- Amy Weiser
- Evanescence sizzled at the Rib Cook-Off last Thursday.
The Pirates Cove, a seminal local rock club in the late '70s and early '80s, is back, offering a new downtown harbor for underground sounds. After a two-decade hiatus, the new Cove sits between Peabody's and the Rascal House on East 21st Street, near the Cleveland State campus. The original Cove, located in the Flats building where the Heaven/Earth dance club sits today, was the place where local legends like Pere Ubu and the Dead Boys cut their teeth.
Though the new club has no direct ties to the former Pirates Cove, owner Joe Reid brought back the name because he wanted to carry on the rich tradition of underground rock for which the old Cove was known. "The idea with the Pirates Cove is to go with something that is a little bit more in touch with Cleveland's rock and roll scene," says Reid, who also manages Peabody's. "We used to have plenty of clubs in Cleveland that were dedicated to it, but now those are gone. There's a huge need for a little room that can actually handle smaller bands. I want to make sure that current underground bands are still coming through Cleveland."
Small and intimate, with red-brick walls, a three-foot elevated stage, a balcony, a patio, and two bars yet to be installed, the club is compact and cozy, and boasts a great sound. Last Thursday, it was already packed with sweaty young revelers for a performance by pop punkers Early November. The place has a capacity of 250, and when things get too cramped in front of the stage, concertgoers can retreat to the couches and bar, which is planned for the upstairs.
The Pirate's Cove will focus mainly on rock; early bookings include sounds as diverse as punk rockers the River City Rebels and glamsters Faster Pussycat, both scheduled for next month. The cover charge will be in the $5 range, and a grand-opening weekend celebration starts June 27. Eyepatches are optional.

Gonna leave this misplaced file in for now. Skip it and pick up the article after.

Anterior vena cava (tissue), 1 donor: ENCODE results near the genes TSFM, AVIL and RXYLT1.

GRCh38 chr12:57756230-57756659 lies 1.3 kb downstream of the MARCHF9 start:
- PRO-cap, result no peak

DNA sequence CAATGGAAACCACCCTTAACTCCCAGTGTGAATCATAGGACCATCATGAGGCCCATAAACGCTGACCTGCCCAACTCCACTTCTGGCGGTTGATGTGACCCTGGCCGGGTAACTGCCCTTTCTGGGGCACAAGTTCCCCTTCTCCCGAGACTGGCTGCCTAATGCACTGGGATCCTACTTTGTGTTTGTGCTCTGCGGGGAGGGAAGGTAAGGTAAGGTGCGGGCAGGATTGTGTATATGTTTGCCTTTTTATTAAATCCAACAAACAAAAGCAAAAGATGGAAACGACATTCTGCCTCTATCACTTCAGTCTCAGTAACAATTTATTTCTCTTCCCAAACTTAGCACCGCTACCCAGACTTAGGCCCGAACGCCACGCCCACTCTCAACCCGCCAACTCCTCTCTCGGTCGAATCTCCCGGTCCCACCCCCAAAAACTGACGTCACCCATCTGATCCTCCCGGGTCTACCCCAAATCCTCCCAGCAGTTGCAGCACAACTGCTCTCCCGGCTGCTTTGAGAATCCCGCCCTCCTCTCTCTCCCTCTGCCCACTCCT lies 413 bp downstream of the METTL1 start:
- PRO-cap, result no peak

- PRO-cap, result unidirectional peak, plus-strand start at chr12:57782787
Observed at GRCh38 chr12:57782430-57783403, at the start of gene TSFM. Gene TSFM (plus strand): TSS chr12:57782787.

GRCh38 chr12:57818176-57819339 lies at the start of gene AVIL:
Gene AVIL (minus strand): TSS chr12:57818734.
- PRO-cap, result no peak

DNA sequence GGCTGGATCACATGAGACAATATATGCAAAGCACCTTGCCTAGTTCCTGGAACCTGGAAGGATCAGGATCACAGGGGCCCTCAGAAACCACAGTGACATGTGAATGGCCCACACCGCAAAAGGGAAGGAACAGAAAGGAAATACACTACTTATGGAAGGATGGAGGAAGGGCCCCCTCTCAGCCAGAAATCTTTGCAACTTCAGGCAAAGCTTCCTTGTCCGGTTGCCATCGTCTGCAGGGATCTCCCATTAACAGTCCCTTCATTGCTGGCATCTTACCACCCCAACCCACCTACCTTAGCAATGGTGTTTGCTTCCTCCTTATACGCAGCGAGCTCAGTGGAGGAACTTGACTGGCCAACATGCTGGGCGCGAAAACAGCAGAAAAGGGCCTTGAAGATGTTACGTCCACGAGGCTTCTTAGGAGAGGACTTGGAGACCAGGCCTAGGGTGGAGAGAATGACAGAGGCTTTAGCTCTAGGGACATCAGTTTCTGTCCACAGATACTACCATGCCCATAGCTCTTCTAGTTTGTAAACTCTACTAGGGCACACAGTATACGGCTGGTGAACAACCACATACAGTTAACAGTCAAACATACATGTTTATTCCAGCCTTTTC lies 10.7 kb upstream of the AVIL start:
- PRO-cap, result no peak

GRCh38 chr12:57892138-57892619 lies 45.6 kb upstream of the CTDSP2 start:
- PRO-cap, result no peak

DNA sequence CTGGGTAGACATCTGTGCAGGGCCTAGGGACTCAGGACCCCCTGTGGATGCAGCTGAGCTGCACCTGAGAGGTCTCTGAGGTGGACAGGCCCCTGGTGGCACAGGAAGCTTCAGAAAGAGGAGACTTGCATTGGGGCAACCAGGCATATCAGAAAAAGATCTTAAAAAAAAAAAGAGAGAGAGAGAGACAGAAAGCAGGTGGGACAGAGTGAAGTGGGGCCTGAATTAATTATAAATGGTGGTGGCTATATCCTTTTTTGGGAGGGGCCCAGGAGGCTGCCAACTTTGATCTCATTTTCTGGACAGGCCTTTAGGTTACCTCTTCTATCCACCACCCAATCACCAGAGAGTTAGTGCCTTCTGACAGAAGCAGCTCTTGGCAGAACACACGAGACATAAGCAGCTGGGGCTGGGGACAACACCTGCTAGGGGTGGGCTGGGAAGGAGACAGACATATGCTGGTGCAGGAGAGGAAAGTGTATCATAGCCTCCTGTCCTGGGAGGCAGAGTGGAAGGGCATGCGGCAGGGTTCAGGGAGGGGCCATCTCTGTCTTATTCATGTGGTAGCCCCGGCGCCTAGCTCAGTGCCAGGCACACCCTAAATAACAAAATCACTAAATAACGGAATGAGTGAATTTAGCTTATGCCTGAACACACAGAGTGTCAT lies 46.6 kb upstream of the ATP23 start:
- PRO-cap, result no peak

· Chimaira has cracked the Billboard Top 200 with its latest album, The Impossibility of Reason. It debuted at No. 117 on last week's chart, moving more than 8,300 copies. The band also landed at No. 2 on Billboard's Heatseekers chart, which tracks up-and-coming artists who have yet to break into the top 100 of the main album chart. The Impossibility of Reason was produced by Strongsville's Ben Schigel, the subject of this week's cover story.
· In the grand tradition of Iron Maiden and Molly Hatchet, Parma ragers Amps II Eleven have added a third guitarist to their ranks: Skinny Lanzaretta, a member of the promising Cleveland punks Crash of '59, has joined an already explosive Amps lineup. Lanzaretta will also continue playing with Crash.
· Local music-promotions company Domain Cleveland Entertainment is hosting a benefit show for American soldiers and their loved ones. The Support Our Troops and Their Families Benefit takes place Saturday, May 31, at the Phantasy Theatre. Featured bands include the Cleveland punks Sidecar and Tilt 360.